The "The Slow Death of the Technical Specification" is another reason why so much slipshod work is passed off as finished work. Preparing the technical specification is an initial and thorough implementation of the work on paper. The coded implementation is the second implementation based on the strengths and weaknesses of the first paper implementation. As Fred Brooks says, plan to throw one away; you will, anyhow.
A work needs to be reviewed. The customer needs to know that they are getting what they asked for. How do you review a working implementation -- a web site, a desktop application, or an infrastructure? How do you review a paper implementation? People have been developing the skills and using the tools necessary to review a linear presentation of a work since secondary school. A very rare few people have the skills or tools to review a working implementation. Not having the written specification is short changing both the customer and the supplier. The customer gets something they are not in the position to review and the supplier is in the position of not knowing if the implementation is what the customer wanted.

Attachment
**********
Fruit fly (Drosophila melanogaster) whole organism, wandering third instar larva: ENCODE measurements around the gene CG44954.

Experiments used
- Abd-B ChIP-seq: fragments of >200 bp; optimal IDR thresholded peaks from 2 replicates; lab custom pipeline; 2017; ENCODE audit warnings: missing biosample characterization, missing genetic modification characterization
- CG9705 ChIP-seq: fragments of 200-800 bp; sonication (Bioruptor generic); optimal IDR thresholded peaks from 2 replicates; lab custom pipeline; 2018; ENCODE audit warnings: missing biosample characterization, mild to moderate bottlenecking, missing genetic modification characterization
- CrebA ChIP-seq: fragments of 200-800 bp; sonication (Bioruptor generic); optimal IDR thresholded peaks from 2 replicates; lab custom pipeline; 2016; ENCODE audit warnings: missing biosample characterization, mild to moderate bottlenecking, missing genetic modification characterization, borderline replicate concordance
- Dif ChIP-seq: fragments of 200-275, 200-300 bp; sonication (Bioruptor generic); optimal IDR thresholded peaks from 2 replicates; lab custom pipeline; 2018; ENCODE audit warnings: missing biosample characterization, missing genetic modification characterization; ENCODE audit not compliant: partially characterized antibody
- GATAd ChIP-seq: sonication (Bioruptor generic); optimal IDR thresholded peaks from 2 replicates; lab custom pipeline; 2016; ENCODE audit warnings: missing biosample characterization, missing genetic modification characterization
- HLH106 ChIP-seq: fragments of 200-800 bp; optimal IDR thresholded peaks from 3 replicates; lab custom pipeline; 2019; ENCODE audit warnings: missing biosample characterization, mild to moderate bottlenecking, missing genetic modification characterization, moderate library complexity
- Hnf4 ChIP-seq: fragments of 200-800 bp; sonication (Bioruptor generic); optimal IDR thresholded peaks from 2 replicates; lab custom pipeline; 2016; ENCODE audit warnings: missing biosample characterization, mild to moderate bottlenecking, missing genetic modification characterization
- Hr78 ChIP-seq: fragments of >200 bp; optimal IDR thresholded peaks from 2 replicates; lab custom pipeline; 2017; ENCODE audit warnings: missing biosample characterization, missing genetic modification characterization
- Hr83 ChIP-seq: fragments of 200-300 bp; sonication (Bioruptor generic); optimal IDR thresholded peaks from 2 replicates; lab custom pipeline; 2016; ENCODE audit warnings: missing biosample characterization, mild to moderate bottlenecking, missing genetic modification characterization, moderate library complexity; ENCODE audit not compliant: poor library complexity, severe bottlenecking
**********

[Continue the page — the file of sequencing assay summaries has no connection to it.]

The weakness of the paper implementation is that it does not define the coded implementation. The construction industries have "as built" blueprints. These are the original blueprints with annotations detailing the differences from the design and the construction (i.e. implementation). Software needs these too. We just don't have them yet.
Unfortunately, I have supplied much software without initial or even afterward technical specifications. Hardly great moments in a software development career.